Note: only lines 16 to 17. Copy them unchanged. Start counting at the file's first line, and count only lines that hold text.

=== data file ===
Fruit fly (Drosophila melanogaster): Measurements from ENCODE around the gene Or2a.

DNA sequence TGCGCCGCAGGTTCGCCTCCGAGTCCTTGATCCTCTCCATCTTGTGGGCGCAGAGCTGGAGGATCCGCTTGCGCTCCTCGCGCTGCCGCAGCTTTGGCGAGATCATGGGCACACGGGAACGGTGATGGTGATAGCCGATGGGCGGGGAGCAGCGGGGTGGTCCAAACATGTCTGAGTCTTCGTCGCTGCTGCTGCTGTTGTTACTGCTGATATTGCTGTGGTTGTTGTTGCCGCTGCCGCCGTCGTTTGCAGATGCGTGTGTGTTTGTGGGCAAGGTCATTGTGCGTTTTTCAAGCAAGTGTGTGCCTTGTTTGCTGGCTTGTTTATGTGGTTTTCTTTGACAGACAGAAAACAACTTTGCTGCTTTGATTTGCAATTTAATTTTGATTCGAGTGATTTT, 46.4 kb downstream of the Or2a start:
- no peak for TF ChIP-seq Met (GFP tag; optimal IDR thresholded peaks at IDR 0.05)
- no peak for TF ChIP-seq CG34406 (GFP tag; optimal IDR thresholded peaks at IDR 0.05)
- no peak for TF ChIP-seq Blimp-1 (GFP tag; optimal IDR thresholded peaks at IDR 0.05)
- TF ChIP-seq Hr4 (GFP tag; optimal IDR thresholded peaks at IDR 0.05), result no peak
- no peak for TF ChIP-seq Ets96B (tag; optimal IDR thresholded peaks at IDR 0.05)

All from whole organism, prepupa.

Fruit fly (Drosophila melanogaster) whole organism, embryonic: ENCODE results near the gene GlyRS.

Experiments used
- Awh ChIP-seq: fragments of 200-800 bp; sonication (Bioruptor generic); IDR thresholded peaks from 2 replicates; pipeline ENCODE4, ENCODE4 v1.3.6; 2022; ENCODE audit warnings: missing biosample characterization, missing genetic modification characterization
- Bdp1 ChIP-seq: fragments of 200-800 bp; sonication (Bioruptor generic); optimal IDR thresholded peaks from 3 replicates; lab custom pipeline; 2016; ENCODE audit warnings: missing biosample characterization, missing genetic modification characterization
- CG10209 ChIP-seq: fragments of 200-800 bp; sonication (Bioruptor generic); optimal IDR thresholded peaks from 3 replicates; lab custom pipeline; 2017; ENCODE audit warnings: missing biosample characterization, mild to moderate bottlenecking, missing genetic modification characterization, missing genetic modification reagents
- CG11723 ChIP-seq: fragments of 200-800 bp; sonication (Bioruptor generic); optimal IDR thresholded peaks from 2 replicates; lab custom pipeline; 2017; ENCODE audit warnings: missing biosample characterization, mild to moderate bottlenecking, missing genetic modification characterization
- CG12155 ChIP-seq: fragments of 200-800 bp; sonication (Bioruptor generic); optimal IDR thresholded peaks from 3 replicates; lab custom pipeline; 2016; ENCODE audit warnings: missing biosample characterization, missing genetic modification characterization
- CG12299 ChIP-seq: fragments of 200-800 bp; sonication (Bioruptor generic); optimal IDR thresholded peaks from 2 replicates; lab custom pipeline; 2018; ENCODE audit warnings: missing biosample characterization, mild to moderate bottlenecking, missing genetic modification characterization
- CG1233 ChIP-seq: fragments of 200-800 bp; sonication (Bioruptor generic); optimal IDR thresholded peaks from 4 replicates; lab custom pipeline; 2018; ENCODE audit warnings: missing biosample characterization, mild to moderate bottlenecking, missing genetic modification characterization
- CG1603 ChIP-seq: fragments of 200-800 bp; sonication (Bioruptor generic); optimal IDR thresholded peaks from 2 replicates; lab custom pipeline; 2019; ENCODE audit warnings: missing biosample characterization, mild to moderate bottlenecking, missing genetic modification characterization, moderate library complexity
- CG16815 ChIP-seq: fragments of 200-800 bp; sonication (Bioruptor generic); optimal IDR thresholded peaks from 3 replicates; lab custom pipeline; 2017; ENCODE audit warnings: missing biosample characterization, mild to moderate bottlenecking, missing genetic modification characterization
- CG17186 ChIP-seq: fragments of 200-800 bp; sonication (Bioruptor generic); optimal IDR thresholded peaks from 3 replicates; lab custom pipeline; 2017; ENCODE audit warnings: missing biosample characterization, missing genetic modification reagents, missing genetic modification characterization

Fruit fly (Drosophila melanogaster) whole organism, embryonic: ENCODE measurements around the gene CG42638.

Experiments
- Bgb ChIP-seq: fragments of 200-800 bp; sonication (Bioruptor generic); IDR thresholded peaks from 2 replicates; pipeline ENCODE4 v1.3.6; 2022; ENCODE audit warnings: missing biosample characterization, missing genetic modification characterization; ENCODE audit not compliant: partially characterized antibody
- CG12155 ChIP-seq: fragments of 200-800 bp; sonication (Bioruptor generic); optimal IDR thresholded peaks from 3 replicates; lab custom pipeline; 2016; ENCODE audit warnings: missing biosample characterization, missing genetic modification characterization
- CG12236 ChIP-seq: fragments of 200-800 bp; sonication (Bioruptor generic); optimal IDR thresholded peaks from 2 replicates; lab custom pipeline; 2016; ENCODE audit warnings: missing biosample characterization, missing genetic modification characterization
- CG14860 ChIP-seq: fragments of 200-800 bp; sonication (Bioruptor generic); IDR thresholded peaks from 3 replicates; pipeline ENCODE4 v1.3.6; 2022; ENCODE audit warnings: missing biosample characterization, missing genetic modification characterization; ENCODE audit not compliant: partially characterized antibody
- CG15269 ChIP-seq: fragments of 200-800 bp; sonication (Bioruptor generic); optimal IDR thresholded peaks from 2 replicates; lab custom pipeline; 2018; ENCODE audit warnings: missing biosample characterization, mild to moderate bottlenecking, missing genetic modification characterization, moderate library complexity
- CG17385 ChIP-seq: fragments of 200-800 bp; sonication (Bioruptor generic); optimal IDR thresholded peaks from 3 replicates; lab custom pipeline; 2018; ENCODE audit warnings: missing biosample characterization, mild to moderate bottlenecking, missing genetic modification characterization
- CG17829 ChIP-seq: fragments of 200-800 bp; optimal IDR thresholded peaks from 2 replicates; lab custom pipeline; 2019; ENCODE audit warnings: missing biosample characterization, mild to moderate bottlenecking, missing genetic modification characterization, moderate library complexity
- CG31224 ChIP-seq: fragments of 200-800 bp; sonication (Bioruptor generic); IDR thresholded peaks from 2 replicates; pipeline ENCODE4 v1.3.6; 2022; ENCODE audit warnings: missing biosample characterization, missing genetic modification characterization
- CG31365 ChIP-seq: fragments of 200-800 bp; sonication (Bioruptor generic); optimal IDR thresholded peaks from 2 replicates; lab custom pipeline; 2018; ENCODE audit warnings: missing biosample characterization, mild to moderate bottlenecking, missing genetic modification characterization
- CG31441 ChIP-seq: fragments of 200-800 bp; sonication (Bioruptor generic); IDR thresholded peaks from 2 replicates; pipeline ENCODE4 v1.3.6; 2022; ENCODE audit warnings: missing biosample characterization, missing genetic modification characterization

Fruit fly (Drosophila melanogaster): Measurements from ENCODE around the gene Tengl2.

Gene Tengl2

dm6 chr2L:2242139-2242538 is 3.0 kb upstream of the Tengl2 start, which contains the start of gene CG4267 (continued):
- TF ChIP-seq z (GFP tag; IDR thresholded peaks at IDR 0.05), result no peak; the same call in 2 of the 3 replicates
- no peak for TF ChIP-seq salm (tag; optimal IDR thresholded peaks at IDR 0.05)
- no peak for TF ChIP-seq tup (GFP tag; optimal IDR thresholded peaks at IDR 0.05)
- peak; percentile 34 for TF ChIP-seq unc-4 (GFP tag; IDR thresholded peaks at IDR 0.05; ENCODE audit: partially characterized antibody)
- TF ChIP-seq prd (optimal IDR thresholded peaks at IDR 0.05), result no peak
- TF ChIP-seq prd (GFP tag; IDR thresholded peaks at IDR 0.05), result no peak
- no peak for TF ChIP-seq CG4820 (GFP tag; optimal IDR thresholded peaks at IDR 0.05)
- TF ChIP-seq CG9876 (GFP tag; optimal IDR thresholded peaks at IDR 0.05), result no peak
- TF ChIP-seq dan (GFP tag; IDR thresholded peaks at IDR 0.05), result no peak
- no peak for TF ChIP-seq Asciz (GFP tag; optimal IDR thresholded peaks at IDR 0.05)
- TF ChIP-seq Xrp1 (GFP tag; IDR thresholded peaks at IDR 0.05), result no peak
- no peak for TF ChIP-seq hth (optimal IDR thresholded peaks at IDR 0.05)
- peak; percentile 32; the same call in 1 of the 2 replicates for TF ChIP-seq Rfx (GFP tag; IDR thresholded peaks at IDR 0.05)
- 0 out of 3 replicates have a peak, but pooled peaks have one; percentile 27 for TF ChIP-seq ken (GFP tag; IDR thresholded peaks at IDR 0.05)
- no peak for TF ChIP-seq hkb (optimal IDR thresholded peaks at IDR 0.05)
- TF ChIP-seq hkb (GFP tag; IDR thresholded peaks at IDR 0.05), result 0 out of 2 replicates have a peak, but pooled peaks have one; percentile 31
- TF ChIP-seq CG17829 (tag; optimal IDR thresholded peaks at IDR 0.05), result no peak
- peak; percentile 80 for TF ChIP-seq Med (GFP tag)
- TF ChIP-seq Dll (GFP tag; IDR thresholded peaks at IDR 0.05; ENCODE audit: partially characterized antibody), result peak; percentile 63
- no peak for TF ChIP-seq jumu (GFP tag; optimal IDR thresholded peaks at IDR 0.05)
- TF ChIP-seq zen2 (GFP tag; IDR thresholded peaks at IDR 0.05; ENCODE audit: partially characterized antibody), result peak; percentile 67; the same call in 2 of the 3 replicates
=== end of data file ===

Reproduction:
- CG12299 ChIP-seq: fragments of 200-800 bp; sonication (Bioruptor generic); optimal IDR thresholded peaks from 2 replicates; lab custom pipeline; 2018; ENCODE audit warnings: missing biosample characterization, mild to moderate bottlenecking, missing genetic modification characterization
- CG1233 ChIP-seq: fragments of 200-800 bp; sonication (Bioruptor generic); optimal IDR thresholded peaks from 4 replicates; lab custom pipeline; 2018; ENCODE audit warnings: missing biosample characterization, mild to moderate bottlenecking, missing genetic modification characterization